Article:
Pranayama for Sleep Apnea

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pranayama for sleep apnea

What is Sleep Apnea?

Sleep apnea is a potentially dangerous sleep disorder that is identified through stops and continuance of breathing while sleeping. The pauses of the breathing could happen any time during sleep and it could last from a few seconds to a few minutes. An individual with sleep apnea may produce sounds like snorting or choking and loud snores.

There are three types of sleep apnea: obstructive sleep apnea, central sleep apnea, and complex sleep apnea syndrome. The obstructive sleep apnea happens when the muscles in the throat relax causing the airway to be blocked during sleep. It is also the most common type of sleep apnea. Central sleep apnea happens when the brain is unable to send breathing control signals to the respiratory control center. Complex sleep apnea syndrome is the combination of the two.

Symptoms of Sleep Apnea

Common signs and symptoms of sleep apnea include reduced breathing while sleeping, breathing can also stop for a few seconds or a few minutes. Once breathing continues, a choking sound may be heard. A person with sleep apnea also frequently snores loudly during sleep. Some may experience shortness of breath, which may cause the individual to gasp for air.

People with sleep apnea experience fatigue even after sleeping the night before. A decrease in concentration, motor skills, and attention can be noticed. There is also difficulty in sleeping and noticeable irritability.

Complications of Untreated Sleep Apnea

  • Sleep apnea is a serious condition. If left untreated, there are a lot of complications one can experience.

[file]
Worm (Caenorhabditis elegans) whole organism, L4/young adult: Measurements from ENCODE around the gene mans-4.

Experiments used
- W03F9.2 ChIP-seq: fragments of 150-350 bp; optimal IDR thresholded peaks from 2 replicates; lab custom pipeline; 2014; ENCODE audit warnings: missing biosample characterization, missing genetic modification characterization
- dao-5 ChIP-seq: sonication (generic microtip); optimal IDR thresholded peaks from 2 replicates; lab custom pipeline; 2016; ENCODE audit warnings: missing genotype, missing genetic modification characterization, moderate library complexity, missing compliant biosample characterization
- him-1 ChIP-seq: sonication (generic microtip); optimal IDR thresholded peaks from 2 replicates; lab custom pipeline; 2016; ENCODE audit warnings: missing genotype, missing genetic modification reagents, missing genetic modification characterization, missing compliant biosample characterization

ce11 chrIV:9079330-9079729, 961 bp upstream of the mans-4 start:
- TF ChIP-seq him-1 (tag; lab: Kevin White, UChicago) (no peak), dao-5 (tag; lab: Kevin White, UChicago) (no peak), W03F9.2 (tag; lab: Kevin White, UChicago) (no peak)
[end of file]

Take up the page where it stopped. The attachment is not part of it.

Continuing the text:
• Sleep apnea disrupts the flow of oxygen in the body which results in an increase in blood pressure. The risk of hypertension is increased, as well as other heart problems like heart attack, stroke, and irregular heartbeat or atrial fibrillation.
  • Sleep apnea also increases the risk of an individual to get type 2 diabetes and developing resistance of insulin in the body.
  • Liver problems and chronic kidney disease are common in people with sleep apnea. Livers show signs of non-alcoholic fatty liver disease resulting in a poor functioning liver.
  • Metabolism is negatively affected by sleep apnea.
  • Individuals with sleep apnea have a higher risk of getting renal, skin, and pancreatic cancer.

What is Pranayama?

Pranayama is a yogic technique that allows the control of breathing. It is from the Sanskrit words “Prana” which means “breath” or “life force” and “Ayama” which means “to control”. Pranayama involves different breathing techniques with different benefits.

pranayama control of breathing

The breathing technique in Pranayama involves different muscles in the body such as the abdominal, thoracic, and clavicular. The practice of Pranayama is an essential part of yogic traditions. Since breathing is an important part of life, controlling the way we breath gives access to all the health and spiritual benefits it has to offer.

Pranayama is good for alleviating sleep disorders. It helps in strengthening the respiratory system which will help improve the flow of oxygen in the body.

5 Pranayama for Sleep Apnea